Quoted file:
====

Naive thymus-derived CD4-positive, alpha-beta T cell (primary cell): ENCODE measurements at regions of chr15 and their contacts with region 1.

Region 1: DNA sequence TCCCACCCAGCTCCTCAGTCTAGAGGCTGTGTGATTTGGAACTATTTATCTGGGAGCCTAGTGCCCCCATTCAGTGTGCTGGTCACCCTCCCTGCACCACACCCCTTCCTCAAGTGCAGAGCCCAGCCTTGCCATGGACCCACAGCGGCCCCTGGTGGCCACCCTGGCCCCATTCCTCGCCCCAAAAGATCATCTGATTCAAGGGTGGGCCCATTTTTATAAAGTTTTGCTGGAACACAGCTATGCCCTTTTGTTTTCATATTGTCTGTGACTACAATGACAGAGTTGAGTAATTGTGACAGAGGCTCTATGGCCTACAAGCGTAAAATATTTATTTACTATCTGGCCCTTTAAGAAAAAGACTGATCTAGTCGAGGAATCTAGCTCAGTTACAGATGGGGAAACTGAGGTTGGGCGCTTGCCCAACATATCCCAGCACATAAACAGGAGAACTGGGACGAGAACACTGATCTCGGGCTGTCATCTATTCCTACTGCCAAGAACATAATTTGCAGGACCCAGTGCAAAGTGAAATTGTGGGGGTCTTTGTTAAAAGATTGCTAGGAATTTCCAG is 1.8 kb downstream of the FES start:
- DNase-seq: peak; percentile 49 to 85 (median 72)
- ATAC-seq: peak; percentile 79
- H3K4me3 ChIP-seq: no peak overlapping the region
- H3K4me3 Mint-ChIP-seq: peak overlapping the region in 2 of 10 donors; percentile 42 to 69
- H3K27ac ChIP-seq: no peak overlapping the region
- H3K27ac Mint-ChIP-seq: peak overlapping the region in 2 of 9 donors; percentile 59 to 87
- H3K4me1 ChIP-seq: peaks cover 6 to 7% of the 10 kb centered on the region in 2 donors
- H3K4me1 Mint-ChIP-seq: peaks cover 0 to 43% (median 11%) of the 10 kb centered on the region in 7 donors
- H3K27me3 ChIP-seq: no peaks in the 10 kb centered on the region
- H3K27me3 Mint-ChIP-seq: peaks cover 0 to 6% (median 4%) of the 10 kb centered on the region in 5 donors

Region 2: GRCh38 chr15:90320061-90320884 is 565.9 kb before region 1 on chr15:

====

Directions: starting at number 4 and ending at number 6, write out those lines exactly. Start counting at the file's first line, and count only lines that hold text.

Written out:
- ATAC-seq: peak; percentile 79
- H3K4me3 ChIP-seq: no peak overlapping the region
- H3K4me3 Mint-ChIP-seq: peak overlapping the region in 2 of 10 donors; percentile 42 to 69